Loan Officer | NMLS #341095
Branch NMLS #1647193
Posted On November 02, 2018
The US economy looks like it’s heading toward a strong finish for 2018. The ADP employment report was stronger than expected and construction spending was unchanged overall, but residential spending improved. The S&P CoreLogic Case-Shiller home price index appreciated, but price appreciation has started to slow.
The Case-Shiller home price index appreciated 0.1% month-over-month and 5.5% year-over-year, in August. This month marks the first time in over a year that annual gains dipped below 6%. Appreciation was driven by Las Vegas, up 13.9% year-over-year, followed by San Francisco, up 10.6% year-over-year, the only two metros posting double-digit annual gains. Almost half of the cities on the 20-city index showed month-over-month declines or no change, signaling the red-hot housing market may be starting to cool down.
The ADP employment report exceeded expectations in October, with the addition of 227,000 jobs. Large firms added 102,000 jobs, mid-size companies added 96,000 jobs, and small businesses added 29,000 jobs. The American labor market continues to strengthen, as the strong jobs report coincides with the record-low 3.7% unemployment rate. The data also suggests that hiring and employment were not greatly impacted by the hurricane season.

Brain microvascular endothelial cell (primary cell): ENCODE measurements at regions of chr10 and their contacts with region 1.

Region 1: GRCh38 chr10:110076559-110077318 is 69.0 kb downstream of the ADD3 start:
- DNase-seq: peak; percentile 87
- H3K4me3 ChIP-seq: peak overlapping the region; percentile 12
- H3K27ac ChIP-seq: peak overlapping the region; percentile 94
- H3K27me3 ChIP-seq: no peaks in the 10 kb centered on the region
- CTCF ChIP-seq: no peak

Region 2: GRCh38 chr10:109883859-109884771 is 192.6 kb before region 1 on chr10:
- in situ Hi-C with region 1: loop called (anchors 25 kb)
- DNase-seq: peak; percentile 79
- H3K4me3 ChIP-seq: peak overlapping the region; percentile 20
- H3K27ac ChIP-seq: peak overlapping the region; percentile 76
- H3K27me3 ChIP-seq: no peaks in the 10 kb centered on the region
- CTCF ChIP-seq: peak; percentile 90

US construction spending was unchanged in September at a seasonally adjusted annual rate of $1.33 trillion. However, August’s figure was revised upward to a 0.8% gain. Residential construction spending, specifically, increased 0.6%, driven by an 8.7% increase in apartment building construction. Spending on government projects declined 0.9%.
The Federal Open Market Committee will meet on Tuesday and Wednesday of next week, but no major interest rate movement is expected. Most economists expect one more rate hike this year, following the December meeting. Although mortgage rates have started to rise, they are still low by historic standards. Home buyers who are on the fence, may want to buy now before rates continue rising.